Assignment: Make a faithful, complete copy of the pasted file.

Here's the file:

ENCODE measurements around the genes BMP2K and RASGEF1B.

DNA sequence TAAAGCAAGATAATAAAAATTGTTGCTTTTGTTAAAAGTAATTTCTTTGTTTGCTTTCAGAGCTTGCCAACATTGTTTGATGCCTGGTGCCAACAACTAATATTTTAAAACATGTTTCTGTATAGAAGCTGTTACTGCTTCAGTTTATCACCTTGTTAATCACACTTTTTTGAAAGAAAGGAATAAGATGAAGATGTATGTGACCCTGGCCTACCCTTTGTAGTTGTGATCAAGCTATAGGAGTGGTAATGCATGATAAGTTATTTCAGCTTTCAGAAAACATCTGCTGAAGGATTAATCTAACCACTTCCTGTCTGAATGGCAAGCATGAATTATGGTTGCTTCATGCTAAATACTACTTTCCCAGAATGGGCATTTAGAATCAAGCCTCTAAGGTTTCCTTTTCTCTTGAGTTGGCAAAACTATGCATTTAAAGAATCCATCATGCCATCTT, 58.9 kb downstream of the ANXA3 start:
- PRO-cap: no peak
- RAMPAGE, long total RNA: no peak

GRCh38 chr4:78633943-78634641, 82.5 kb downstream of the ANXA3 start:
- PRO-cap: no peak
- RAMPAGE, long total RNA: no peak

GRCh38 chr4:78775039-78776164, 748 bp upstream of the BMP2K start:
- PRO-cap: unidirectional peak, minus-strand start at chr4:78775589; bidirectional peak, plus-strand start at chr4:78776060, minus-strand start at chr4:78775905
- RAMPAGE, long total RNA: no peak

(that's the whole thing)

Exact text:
ENCODE measurements around the genes BMP2K and RASGEF1B.

DNA sequence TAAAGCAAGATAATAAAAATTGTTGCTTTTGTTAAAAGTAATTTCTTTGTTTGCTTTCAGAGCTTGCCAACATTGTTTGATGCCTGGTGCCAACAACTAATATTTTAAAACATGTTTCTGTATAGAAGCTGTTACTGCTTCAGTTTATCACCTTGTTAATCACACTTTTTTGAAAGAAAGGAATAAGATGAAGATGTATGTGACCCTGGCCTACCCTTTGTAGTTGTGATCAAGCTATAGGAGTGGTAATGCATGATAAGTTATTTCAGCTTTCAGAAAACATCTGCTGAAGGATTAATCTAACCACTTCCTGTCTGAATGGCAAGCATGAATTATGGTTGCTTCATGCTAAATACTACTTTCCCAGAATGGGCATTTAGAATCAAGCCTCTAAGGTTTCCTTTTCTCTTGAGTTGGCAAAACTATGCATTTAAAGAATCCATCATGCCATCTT, 58.9 kb downstream of the ANXA3 start:
- PRO-cap: no peak
- RAMPAGE, long total RNA: no peak

GRCh38 chr4:78633943-78634641, 82.5 kb downstream of the ANXA3 start:
- PRO-cap: no peak
- RAMPAGE, long total RNA: no peak

GRCh38 chr4:78775039-78776164, 748 bp upstream of the BMP2K start:
- PRO-cap: unidirectional peak, minus-strand start at chr4:78775589; bidirectional peak, plus-strand start at chr4:78776060, minus-strand start at chr4:78775905
- RAMPAGE, long total RNA: no peak